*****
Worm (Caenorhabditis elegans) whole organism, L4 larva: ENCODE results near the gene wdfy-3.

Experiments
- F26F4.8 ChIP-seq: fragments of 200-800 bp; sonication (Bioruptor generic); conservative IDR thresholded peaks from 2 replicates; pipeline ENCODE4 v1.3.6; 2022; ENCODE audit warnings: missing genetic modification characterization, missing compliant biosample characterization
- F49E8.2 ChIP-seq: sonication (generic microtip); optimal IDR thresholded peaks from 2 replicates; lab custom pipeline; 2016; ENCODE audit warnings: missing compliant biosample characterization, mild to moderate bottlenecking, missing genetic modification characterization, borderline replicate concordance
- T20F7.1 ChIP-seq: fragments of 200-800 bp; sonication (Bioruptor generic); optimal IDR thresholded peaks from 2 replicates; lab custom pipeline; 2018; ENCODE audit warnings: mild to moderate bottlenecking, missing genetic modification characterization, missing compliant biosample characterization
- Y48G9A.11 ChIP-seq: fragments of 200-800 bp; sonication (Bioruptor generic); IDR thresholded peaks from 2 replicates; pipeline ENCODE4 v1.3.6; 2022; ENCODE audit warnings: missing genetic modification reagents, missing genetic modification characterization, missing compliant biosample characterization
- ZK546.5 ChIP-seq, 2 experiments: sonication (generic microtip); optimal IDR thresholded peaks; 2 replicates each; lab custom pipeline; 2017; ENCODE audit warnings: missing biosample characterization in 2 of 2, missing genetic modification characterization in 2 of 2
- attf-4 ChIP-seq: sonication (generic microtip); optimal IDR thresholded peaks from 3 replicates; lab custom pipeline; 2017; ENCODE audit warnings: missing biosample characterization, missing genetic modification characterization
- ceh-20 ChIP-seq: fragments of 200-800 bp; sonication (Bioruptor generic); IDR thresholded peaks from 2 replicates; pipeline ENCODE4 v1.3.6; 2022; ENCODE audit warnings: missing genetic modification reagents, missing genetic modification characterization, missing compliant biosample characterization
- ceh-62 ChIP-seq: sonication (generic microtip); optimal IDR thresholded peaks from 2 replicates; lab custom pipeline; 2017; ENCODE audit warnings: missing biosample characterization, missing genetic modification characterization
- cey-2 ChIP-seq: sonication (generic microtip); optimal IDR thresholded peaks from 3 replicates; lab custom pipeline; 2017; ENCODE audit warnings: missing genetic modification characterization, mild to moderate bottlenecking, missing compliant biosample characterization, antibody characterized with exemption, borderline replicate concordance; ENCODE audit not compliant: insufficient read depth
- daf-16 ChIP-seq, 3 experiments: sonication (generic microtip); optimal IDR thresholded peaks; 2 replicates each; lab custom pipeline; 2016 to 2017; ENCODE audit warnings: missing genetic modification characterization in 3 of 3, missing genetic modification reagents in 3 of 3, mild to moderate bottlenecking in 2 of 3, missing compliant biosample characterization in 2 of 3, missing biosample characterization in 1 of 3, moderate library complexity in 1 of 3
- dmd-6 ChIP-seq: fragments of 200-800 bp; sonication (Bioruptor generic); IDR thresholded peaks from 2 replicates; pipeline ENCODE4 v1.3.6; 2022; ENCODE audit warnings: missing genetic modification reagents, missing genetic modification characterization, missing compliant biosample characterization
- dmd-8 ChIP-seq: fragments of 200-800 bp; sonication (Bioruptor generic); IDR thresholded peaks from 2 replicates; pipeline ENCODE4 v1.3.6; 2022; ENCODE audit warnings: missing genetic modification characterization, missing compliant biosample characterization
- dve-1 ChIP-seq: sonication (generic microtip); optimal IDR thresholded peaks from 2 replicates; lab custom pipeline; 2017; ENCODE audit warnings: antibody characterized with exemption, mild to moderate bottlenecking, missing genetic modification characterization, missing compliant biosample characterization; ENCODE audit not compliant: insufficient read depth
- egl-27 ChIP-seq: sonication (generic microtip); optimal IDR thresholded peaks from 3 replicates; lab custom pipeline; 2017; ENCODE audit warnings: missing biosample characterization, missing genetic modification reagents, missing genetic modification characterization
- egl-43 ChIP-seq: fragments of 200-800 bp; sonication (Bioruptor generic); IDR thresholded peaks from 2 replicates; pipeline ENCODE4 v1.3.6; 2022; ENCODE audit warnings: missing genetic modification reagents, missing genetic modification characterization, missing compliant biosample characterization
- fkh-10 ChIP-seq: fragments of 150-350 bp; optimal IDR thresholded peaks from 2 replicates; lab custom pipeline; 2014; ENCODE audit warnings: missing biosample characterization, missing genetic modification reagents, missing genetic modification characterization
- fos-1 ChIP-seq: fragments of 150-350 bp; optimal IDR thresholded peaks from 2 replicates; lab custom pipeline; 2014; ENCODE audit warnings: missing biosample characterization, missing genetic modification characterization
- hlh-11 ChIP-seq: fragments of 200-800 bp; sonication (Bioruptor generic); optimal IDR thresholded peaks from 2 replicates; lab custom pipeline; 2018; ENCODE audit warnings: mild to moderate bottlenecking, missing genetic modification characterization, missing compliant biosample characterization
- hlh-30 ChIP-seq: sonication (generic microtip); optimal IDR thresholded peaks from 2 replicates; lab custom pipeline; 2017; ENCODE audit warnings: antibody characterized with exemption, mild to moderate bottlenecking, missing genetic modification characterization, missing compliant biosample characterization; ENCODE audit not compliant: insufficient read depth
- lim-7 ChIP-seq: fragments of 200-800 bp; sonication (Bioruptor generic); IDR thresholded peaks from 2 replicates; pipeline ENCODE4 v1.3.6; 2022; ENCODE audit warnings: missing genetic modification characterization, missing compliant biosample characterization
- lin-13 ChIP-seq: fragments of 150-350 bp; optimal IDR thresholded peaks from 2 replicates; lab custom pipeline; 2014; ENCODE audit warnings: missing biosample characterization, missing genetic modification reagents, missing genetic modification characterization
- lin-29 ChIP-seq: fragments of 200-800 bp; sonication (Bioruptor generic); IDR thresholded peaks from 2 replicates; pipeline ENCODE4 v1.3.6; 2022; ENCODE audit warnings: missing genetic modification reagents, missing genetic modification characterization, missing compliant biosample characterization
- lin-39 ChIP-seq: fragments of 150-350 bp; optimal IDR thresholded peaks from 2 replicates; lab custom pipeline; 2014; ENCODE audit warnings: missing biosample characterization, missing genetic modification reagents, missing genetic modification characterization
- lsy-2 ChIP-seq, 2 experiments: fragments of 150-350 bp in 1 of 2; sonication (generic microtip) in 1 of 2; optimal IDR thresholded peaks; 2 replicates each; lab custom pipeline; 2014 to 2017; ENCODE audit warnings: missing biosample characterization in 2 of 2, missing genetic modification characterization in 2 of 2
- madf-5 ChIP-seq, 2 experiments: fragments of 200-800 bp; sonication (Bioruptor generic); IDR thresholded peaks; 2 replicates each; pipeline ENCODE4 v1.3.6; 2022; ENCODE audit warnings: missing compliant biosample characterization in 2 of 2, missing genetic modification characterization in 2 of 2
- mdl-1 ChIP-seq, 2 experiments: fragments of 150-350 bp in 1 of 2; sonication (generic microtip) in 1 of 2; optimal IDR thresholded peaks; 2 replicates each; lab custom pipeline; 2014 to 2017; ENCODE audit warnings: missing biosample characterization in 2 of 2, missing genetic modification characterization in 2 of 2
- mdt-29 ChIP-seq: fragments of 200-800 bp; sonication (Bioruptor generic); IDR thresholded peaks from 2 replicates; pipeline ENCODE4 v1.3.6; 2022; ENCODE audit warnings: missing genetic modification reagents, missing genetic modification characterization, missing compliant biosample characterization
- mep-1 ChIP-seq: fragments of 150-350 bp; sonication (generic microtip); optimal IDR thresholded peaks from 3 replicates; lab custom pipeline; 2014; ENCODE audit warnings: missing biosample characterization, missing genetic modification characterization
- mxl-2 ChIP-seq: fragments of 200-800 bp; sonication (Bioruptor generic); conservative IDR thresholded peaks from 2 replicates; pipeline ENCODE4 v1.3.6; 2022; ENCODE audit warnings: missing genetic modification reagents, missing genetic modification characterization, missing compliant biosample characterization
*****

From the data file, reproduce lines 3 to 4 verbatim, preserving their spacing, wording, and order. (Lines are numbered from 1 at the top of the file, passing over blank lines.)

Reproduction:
- F26F4.8 ChIP-seq: fragments of 200-800 bp; sonication (Bioruptor generic); conservative IDR thresholded peaks from 2 replicates; pipeline ENCODE4 v1.3.6; 2022; ENCODE audit warnings: missing genetic modification characterization, missing compliant biosample characterization
- F49E8.2 ChIP-seq: sonication (generic microtip); optimal IDR thresholded peaks from 2 replicates; lab custom pipeline; 2016; ENCODE audit warnings: missing compliant biosample characterization, mild to moderate bottlenecking, missing genetic modification characterization, borderline replicate concordance